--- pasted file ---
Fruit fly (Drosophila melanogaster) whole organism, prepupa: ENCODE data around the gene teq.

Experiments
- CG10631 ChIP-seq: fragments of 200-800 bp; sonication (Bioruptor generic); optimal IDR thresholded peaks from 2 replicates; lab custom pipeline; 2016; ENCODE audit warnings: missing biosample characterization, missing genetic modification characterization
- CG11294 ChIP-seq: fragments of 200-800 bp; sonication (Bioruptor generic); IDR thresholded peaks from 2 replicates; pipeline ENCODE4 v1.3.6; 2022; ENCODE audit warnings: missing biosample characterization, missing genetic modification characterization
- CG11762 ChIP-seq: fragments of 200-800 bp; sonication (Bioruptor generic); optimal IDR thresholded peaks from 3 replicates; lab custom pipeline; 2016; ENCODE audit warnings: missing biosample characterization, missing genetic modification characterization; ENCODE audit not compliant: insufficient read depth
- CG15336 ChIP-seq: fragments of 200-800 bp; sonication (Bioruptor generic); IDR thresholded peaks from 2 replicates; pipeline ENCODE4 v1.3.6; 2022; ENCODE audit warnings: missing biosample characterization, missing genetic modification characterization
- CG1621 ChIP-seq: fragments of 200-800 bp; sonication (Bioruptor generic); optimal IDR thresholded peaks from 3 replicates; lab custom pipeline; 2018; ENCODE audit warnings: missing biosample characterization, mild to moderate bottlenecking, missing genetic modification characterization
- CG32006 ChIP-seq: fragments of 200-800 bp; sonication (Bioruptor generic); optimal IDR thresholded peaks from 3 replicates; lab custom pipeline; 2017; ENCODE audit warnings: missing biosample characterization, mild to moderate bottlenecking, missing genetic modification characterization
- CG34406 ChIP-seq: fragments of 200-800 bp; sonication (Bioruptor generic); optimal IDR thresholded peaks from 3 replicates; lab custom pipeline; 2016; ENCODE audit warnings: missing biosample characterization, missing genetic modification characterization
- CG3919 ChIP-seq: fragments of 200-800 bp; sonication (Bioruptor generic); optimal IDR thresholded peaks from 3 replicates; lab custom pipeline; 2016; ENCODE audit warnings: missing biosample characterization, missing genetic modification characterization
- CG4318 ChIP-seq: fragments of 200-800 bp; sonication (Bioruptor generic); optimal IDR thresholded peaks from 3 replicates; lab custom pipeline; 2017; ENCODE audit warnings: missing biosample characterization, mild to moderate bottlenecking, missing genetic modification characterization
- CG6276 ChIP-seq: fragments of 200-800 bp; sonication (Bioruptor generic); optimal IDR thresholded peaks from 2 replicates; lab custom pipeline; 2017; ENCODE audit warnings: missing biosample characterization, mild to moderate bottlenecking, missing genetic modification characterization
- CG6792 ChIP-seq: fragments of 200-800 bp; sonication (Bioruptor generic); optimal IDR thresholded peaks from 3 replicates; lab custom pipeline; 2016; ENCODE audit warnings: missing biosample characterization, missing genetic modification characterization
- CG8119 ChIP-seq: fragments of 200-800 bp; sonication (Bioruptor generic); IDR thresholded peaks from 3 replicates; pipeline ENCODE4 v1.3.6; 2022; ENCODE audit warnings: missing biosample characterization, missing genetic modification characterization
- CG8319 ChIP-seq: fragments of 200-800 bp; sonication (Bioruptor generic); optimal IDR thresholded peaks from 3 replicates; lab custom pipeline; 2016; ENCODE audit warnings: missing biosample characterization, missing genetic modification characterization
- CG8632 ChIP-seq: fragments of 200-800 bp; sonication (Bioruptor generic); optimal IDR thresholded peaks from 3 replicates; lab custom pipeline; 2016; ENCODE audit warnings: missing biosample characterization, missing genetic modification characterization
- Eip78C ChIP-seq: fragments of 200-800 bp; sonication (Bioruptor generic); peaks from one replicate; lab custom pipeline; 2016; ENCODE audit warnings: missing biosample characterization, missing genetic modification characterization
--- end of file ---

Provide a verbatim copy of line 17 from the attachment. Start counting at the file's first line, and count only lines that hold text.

- Eip78C ChIP-seq: fragments of 200-800 bp; sonication (Bioruptor generic); peaks from one replicate; lab custom pipeline; 2016; ENCODE audit warnings: missing biosample characterization, missing genetic modification characterization